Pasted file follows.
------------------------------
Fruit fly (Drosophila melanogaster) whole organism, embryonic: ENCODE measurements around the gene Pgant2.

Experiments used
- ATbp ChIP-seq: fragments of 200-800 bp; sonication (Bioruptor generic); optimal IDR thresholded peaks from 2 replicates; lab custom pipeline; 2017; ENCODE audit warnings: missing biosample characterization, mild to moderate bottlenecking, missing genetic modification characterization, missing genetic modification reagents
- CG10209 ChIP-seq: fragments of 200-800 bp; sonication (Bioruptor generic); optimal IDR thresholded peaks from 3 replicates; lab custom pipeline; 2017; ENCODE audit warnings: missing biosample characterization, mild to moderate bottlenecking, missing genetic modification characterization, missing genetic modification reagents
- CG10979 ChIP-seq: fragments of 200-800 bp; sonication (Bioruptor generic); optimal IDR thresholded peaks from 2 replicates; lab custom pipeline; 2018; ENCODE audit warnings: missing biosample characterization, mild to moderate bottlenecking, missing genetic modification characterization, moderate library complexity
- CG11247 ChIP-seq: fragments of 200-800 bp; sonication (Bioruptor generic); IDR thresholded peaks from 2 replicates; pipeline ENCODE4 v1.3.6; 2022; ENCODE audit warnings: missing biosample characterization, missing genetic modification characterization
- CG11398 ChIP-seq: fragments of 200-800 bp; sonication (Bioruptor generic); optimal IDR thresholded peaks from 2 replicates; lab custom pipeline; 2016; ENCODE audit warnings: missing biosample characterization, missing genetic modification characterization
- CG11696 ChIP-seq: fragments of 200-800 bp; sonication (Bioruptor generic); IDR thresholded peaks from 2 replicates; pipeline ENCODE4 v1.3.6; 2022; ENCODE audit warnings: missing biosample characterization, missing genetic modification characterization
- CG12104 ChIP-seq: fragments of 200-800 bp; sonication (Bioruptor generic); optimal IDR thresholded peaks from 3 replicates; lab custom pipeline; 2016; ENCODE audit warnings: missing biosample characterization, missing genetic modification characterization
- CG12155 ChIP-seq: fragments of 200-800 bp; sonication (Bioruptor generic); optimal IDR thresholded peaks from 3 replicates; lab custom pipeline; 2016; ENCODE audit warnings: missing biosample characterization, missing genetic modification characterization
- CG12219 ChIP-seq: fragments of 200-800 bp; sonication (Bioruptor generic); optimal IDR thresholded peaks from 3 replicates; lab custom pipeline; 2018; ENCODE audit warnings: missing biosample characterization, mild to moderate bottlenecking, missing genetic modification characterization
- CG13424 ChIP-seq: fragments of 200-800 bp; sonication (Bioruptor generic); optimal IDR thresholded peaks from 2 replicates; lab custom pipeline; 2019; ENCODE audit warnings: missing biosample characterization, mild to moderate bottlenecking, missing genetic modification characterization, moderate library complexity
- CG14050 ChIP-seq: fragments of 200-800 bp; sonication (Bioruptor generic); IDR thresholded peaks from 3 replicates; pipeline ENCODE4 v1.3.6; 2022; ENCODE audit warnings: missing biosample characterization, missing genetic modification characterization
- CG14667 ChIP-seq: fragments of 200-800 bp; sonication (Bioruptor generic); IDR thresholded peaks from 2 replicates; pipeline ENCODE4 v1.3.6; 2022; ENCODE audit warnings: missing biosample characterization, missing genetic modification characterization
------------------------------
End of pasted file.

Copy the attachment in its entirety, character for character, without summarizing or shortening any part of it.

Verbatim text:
Fruit fly (Drosophila melanogaster) whole organism, embryonic: ENCODE measurements around the gene Pgant2.

Experiments used
- ATbp ChIP-seq: fragments of 200-800 bp; sonication (Bioruptor generic); optimal IDR thresholded peaks from 2 replicates; lab custom pipeline; 2017; ENCODE audit warnings: missing biosample characterization, mild to moderate bottlenecking, missing genetic modification characterization, missing genetic modification reagents
- CG10209 ChIP-seq: fragments of 200-800 bp; sonication (Bioruptor generic); optimal IDR thresholded peaks from 3 replicates; lab custom pipeline; 2017; ENCODE audit warnings: missing biosample characterization, mild to moderate bottlenecking, missing genetic modification characterization, missing genetic modification reagents
- CG10979 ChIP-seq: fragments of 200-800 bp; sonication (Bioruptor generic); optimal IDR thresholded peaks from 2 replicates; lab custom pipeline; 2018; ENCODE audit warnings: missing biosample characterization, mild to moderate bottlenecking, missing genetic modification characterization, moderate library complexity
- CG11247 ChIP-seq: fragments of 200-800 bp; sonication (Bioruptor generic); IDR thresholded peaks from 2 replicates; pipeline ENCODE4 v1.3.6; 2022; ENCODE audit warnings: missing biosample characterization, missing genetic modification characterization
- CG11398 ChIP-seq: fragments of 200-800 bp; sonication (Bioruptor generic); optimal IDR thresholded peaks from 2 replicates; lab custom pipeline; 2016; ENCODE audit warnings: missing biosample characterization, missing genetic modification characterization
- CG11696 ChIP-seq: fragments of 200-800 bp; sonication (Bioruptor generic); IDR thresholded peaks from 2 replicates; pipeline ENCODE4 v1.3.6; 2022; ENCODE audit warnings: missing biosample characterization, missing genetic modification characterization
- CG12104 ChIP-seq: fragments of 200-800 bp; sonication (Bioruptor generic); optimal IDR thresholded peaks from 3 replicates; lab custom pipeline; 2016; ENCODE audit warnings: missing biosample characterization, missing genetic modification characterization
- CG12155 ChIP-seq: fragments of 200-800 bp; sonication (Bioruptor generic); optimal IDR thresholded peaks from 3 replicates; lab custom pipeline; 2016; ENCODE audit warnings: missing biosample characterization, missing genetic modification characterization
- CG12219 ChIP-seq: fragments of 200-800 bp; sonication (Bioruptor generic); optimal IDR thresholded peaks from 3 replicates; lab custom pipeline; 2018; ENCODE audit warnings: missing biosample characterization, mild to moderate bottlenecking, missing genetic modification characterization
- CG13424 ChIP-seq: fragments of 200-800 bp; sonication (Bioruptor generic); optimal IDR thresholded peaks from 2 replicates; lab custom pipeline; 2019; ENCODE audit warnings: missing biosample characterization, mild to moderate bottlenecking, missing genetic modification characterization, moderate library complexity
- CG14050 ChIP-seq: fragments of 200-800 bp; sonication (Bioruptor generic); IDR thresholded peaks from 3 replicates; pipeline ENCODE4 v1.3.6; 2022; ENCODE audit warnings: missing biosample characterization, missing genetic modification characterization
- CG14667 ChIP-seq: fragments of 200-800 bp; sonication (Bioruptor generic); IDR thresholded peaks from 2 replicates; pipeline ENCODE4 v1.3.6; 2022; ENCODE audit warnings: missing biosample characterization, missing genetic modification characterization